A healthy mind in a healthy body simply does better work. Mood swings, anxiety, and depression are invisible productivity-killers, so managing mental health should be a top priority. Good mental health gives us a sense of purpose and the ability to deal with everyday challenges—at work and at home. It’s as important as physical well-being and unlocks the best version of ourselves.
Long work hours, bad eating habits, and little sleep had turned me into a grouch with a very short fuse. The vacation was a chance to de-stress and relax, and Ann’s passion for meditation turned out to be infectious. Before long, I was meditating every day to get my thoughts in order after a long day’s work. The best part? It helped me become more self-aware, so I was now more motivated and less anxious at work every day.
Try it for yourself with apps for guided meditation like Calm or Headspace.
Happiness is in the now, not the distant future
Pursuing happiness is all well and good, but it’s important that we focus on being happy in the now. Being miserable now is not a magic bullet to future happiness; I’d been chasing a vague idea of what success might look like while losing sight of the why.
At that point, I'd been working for about a decade, transitioning from sales to tech support to marketing. I’d moved cities half a dozen times and the last move was just a year ago! This vacation was the first time I stopped to take stock and I had a lot to be happy about. But I wasn’t… and I wasn’t sure what I could do to fix it.
There was no easy or instant solution. Lavie and I chatted about how he adopted a minimalist backpacker lifestyle and gave up a comfortable job to travel the world as a freelance photographer, but I knew that wasn’t for me. I like my comforts and I love shopping too much. ;) But I did learn from them how less can be more, and I saw for myself how a better work-life balance could lead to a happier, more fulfilling life.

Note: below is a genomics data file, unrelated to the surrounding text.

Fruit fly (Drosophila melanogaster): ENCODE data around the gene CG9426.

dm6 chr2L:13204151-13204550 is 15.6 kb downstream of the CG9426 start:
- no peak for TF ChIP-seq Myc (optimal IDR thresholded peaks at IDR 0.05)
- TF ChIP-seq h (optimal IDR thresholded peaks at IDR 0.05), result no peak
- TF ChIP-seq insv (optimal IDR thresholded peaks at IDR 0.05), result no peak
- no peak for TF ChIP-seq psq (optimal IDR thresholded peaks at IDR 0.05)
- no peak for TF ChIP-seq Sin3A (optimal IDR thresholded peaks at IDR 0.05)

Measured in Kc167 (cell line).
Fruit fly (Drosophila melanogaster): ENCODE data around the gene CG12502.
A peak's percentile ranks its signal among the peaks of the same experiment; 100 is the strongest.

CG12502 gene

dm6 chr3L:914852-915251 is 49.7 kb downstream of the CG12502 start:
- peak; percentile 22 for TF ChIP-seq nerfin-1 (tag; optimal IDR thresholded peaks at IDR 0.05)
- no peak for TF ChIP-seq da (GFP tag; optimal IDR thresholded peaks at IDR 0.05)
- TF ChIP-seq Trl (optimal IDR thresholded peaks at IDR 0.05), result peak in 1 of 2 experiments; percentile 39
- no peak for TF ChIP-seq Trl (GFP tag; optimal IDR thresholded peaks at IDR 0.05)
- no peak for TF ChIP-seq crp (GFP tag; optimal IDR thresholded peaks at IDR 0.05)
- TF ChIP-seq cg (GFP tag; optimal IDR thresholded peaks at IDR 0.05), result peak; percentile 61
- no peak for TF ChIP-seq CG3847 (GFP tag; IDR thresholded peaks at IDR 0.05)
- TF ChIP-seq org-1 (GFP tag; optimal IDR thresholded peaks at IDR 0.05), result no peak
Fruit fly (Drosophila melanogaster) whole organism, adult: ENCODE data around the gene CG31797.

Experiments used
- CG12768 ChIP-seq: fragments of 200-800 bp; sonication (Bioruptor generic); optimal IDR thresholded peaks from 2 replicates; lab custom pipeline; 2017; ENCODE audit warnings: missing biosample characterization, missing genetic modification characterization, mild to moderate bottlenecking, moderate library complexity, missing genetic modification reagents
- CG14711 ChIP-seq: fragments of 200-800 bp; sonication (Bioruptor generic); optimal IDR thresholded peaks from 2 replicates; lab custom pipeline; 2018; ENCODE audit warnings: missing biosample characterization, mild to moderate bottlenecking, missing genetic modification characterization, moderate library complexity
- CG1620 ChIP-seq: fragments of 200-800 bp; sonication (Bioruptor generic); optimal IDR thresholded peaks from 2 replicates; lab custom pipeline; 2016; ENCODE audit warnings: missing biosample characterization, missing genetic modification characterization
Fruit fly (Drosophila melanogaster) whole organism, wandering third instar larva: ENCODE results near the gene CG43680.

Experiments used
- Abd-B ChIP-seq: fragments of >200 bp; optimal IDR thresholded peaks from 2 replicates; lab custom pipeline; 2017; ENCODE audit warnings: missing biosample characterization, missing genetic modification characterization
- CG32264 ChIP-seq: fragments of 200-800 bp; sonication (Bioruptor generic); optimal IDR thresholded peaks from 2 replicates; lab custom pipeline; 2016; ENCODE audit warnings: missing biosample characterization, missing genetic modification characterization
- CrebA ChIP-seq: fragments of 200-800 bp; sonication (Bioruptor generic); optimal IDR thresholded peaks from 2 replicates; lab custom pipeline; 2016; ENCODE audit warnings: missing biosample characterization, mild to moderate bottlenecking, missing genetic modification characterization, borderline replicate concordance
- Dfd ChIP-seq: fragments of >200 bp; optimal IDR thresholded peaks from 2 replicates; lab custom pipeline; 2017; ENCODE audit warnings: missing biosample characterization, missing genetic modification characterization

A lazy afternoon on Om Beach, Gokarna
"When work is fun, it’s easier to be happy—even on a bad day!"
We talked about how I wasn’t happy with my job. Lavie’s response was to ask me what was stopping me from changing things. In his own words, “Take some more time off, find something you love to do, and turn it into a paying job. When work is fun, it’s easier to be happy—even on a bad day!”
Well, it was not easy, and it took me a while, but that’s exactly what I ended up doing.
Finding happiness after all
Back to the daily grind, I spent a lot of personal time figuring out what makes me happy. I rediscovered the simple joy of spending time with family and friends. I like traveling, so I went on weekend trips to nearby attractions. One step at a time, I was reclaiming my life.
At work, I was writing ad copy for some of our marketing campaigns and I thought writing would be fun to do full-time. That idea kickstarted a Medium blog where I published a few short stories and haikus. Writing made me happier than analyzing spreadsheets or running ad campaigns on Facebook, and that sparked a job hunt that made me change careers (again) and become a content marketer at Flock!
Taking some time off for a vacation led to a lot of realizations that ultimately helped me achieve a better work-life balance. It could happen to you, too. When did you last take a vacation?